The improvement in their Yale-Brown obsessive compulsive score is sustained if DBS is continued, but when the battery fails or you turn it off, the YBOCS improvement goes back to where they were preoperatively.  And then you turn it back on again and you can see the sustained improvement again.

PROF. SANDEL:  Is it immediately or over a period of time?

DR. COSGROVE:  No, it's over a period of time.  What is immediate is the mood effects, but the obsessive compulsive traits or disorder symptoms do not improve right away.  They take time.

And the other interesting thing is that it requires high stimulation parameters, and what happens is what or when.  So it means you go through a lot of batteries, maybe every one and a half to two to three years you have to replace the battery.  So not inexpensive.

And the other very interesting thing is that the optimal effect is contact dependent.  So we have four contacts in there, and Paul Cosyns, who is one of the investigators in Belgium, relates this very wonderful anecdote that one of the patients who successfully treated has, you know, their four contacts, and she says, "Well, Dr. Cosyns, when I'm at home doing my regular things, I'd prefer to have contact two, but if I'm going out for a party where I have to be on and, you know, I'm going to do a lot of socializing, I'd prefer contact four because it makes me revved up and more articulate and more creative."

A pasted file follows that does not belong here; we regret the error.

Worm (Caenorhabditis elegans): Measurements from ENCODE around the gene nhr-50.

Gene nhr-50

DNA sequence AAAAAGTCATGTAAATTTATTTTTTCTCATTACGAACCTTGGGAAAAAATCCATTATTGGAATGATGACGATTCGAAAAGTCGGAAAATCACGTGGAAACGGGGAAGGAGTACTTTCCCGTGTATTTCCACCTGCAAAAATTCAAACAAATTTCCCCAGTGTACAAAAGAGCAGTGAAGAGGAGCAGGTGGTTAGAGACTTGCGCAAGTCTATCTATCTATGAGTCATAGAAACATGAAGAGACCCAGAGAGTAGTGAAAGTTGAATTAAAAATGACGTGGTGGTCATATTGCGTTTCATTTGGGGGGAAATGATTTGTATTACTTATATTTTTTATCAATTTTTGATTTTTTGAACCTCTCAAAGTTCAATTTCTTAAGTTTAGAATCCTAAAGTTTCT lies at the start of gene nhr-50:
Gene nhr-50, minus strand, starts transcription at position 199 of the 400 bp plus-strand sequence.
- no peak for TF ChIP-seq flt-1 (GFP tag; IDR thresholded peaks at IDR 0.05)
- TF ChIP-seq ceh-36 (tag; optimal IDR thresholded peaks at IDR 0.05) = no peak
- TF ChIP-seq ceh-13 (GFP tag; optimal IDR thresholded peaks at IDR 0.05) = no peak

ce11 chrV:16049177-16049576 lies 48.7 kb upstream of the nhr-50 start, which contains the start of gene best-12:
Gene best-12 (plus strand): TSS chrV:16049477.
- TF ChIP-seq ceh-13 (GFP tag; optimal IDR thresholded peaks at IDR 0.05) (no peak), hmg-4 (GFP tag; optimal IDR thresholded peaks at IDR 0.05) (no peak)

So there's an example of contact dependency, and we have our own patient who is a graphic designer, a very intelligent woman on whom we performed the surgery for severe Tourettes disorder and blindness resulting from head tics that cause retinal detachments, and we did this in order to try and save her vision.  The interesting observation was that clearly with actually one contact we could make her more creative.  Her employer saw just an improvement in color and layout in her graphic design at one specific contact, when we were stimulating a specific contact.

And that raises this very thorny issue of improving performance with deep brain stimulation, which is not where we're at obviously, and I don't think it's a place where we should ever go to, but you can see that different stimulation through different contacts has different effects.

So one of the things that Dr. Kass asked me to try and address is are the indications for deep brain stimulation for neurologic disorders, such as Parkinson's disease or epilepsy; are they different from psychiatric disorders?

And it's my belief, and it's actually the belief of all members of our committee that, in fact, trying to differentiate surgical intervention for Parkinson's disease from psychiatric disease is artificial.  Trying to distinguish those things is artificial.

I believe that psychiatric illness is a manifestation of the mind, the disease of the brain and disease of the mind.  So if we choose to perform surgery to help a patient, it should be done more based upon the assessment of the risks of your intervention versus the possible benefits that can be supplied, and then a critical element obviously is the ability of the patient to give informed consent.